Oh, and given that we're a month away, HAVE YOU TWO FIGURED OUT HOW YOU'RE GOING TO PIECE TOGETHER AN UNDERCARD?

4. Too many pay-per-views, period. And too many people lately trying to come to the defense of this many pay-per-views. In an economy like ours in the United States, who wants to pay 50 dollars to see Bernard Hopkins?

5. Too much hype for Yuriorkis Gamboa, and I know how we all love to watch the young man fight. When mildly criticizing the Gamboa hype the other day, I wondered if I was being too harsh, trying to spoil the fun for everyone. I'm not. Honest! I like watching him, too, because like many of you, I like to see him throw his hands, and I like to wonder if maybe he's about to get caught with a bad one.

The thing that convinced me that those that expect Gamboa to climb to the top of the P4P list someday are putting too much into him, though, was just really taking a moment to think about his age. He's about the same age as Kelly Pavlik. I don't spend entire Kelly Pavlik fights wondering if someone's about to dump Pavlik on his butt, you know what I mean? I'm not saying don't love on Gamboa, because a fighter that exciting is deserving of the props. Just don't be Frank Warren with Amir Khan or Manny Steward with Andy Lee, going overboard. Gamboa needs serious work and is probably too old and too stuck in his habits to change for the better. He will live and die by the sword -- that's about my favorite criticism I've ever given. "Hey, this guy is awesome to watch." That's my criticism.

6. Too much Lennox Lewis still on my HBO broadcasts, which we've been over before. Boxing commentators often get criticized. I thought Lampley went a bit overboard the other night with the Angulo-Tsurkan fight. It's one thing to call for a fight to be stopped, even aggressively so, as Teddy Atlas did during Campbell-Quiles. That's great commentary. That's seeing and calling a situation for what it is, and it shows a level of care for the fighters. But bringing up deaths was too much for me.

Larry Merchant takes some shots for being a prick at times, for lack of a better word. Max Kellerman is great, but his Young Larry Merchant schtick is getting a little too heavy for me. Nick Charles at Versus often just sees things that I don't think are actually happening in his effort to make a point he wanted to make. Steve Albert too heavily buys Showtime hype at times, I think, spewing company nonsense when I believe he's smarter than that. Joe Tessitore, good as he is, is often wooden during his play-by-play.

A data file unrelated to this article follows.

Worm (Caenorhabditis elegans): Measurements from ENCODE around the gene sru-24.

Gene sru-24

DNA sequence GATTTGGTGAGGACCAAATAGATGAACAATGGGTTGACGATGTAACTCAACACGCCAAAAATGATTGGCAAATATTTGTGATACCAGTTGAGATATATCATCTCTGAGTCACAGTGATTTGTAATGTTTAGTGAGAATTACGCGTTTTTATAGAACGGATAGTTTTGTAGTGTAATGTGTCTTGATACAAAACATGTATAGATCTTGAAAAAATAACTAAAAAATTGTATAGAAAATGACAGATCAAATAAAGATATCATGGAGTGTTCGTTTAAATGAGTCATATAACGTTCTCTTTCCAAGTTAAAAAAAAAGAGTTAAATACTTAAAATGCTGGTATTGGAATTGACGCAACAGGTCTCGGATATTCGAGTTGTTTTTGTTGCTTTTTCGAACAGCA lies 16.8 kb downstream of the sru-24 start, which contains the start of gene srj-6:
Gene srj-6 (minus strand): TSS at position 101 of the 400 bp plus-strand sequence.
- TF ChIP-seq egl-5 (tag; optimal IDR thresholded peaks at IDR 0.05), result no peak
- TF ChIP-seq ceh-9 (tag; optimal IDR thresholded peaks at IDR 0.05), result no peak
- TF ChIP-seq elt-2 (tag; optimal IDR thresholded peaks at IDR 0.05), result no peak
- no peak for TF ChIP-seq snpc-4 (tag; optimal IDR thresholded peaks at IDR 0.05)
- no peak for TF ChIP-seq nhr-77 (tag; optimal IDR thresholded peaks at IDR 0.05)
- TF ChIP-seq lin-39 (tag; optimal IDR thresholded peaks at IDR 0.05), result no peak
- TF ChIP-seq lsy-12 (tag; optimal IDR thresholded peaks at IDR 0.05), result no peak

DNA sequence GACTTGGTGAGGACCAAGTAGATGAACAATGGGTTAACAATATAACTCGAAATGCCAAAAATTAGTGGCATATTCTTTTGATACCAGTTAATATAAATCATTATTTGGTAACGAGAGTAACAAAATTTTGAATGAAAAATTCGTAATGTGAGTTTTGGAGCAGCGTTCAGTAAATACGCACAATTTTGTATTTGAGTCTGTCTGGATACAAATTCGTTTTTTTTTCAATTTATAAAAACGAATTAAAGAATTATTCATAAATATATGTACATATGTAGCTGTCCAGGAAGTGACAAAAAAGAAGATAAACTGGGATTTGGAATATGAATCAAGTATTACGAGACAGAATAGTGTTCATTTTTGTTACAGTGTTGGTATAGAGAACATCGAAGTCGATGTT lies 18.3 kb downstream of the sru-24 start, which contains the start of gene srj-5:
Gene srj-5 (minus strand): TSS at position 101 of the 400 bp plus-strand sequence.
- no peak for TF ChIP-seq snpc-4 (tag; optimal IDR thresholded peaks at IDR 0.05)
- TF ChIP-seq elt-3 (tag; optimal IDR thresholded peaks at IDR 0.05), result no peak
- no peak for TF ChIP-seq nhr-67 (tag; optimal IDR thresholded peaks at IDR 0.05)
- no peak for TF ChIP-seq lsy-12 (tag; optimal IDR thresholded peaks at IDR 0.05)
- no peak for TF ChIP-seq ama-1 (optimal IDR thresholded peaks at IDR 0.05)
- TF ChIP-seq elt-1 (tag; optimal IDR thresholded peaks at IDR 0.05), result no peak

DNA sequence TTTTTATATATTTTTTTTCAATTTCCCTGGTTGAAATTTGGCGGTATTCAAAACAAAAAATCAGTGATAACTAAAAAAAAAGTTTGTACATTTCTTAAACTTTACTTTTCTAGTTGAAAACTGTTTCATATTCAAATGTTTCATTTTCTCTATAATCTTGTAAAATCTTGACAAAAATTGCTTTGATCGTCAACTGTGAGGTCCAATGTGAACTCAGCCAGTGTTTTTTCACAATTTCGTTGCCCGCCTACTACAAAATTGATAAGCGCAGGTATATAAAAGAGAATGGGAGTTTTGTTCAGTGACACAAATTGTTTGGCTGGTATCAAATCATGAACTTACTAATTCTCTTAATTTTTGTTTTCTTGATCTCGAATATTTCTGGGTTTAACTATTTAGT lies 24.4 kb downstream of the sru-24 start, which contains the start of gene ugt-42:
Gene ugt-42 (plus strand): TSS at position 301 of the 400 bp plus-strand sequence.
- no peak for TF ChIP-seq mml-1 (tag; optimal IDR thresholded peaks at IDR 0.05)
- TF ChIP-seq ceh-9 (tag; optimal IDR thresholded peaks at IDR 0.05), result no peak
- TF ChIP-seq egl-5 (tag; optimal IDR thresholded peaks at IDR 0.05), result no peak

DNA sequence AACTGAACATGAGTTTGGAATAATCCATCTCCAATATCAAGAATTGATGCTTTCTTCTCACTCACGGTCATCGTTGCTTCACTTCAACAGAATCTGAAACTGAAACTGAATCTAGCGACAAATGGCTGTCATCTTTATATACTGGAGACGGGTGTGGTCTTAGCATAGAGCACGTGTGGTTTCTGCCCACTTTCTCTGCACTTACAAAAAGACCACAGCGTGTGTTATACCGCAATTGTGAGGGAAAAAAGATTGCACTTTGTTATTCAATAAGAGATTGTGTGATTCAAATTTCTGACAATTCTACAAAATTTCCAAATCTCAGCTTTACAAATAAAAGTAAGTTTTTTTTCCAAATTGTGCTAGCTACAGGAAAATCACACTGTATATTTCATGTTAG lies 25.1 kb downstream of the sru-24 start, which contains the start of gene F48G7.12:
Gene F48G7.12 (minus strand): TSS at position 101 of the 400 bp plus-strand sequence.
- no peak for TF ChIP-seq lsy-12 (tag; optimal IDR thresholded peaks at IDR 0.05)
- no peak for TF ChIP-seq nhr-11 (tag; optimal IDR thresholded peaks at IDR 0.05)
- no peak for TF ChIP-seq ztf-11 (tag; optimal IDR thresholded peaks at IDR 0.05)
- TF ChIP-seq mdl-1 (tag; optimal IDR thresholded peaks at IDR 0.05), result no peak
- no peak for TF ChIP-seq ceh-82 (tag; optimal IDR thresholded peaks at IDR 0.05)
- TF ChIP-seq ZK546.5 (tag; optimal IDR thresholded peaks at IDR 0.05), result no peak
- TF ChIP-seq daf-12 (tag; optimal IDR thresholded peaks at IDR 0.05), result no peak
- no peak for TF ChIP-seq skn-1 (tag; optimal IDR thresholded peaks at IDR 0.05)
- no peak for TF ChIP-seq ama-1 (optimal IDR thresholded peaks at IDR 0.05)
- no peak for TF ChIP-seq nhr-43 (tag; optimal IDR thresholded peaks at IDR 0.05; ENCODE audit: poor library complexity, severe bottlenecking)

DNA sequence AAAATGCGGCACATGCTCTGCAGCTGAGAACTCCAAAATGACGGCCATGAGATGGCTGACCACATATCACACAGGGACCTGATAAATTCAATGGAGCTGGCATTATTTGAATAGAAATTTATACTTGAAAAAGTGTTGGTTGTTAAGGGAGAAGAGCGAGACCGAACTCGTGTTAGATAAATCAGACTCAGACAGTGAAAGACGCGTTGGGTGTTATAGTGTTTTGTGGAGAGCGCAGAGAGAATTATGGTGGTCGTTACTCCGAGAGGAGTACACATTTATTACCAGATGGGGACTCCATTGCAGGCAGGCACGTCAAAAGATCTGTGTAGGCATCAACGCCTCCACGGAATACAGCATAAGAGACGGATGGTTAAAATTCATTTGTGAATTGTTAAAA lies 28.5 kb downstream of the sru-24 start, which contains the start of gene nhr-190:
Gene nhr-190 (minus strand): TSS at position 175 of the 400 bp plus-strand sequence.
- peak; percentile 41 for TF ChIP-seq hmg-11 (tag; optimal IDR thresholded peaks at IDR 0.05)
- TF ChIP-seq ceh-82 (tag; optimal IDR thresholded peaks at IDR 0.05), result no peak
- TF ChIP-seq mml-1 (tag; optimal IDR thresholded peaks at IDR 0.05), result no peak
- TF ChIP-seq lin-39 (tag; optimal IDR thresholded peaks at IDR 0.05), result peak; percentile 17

But Lennox Lewis is the only guy I flat-out want removed from his position. He adds nothing. It's to the point where I'm expecting him to jubilantly declare, "He's punching him!" during a fight.

7. Too much amazing potential in Juan Manuel Lopez, isn't there? Right now, there is NO young fighter I'm more excited about. When he got in with Daniel Ponce de Leon, I worried that Lopez was being pushed too far, too fast. Ponce is a tough customer and a banger. Lopez wasted him. Lopez knocked out Cesar Figueroa with two punches this weekend, turning him into a regular Kimbo Slice, minus the ridiculous, promotion-killing hype.

Speaking of EliteXC, I'll say this: Gary Shaw is at least better than his son, seated in front of Hulk Hogan and acting like Vince McMahon:

Skala-kimbo_seth-juggo_medium

via www.cagetoday.com

But back to Juanma -- how amazing would a fight against Israel Vazquez be right now? How long could that even last? And if Izzy doesn't want to go right in to a fight like that, and doesn't want to go right at Rafael Marquez again, how about Lopez-Marquez? How about Lopez against the Caballero-Molitor winner? 122 might not be the deepest division, but its top tier rivals any other division's.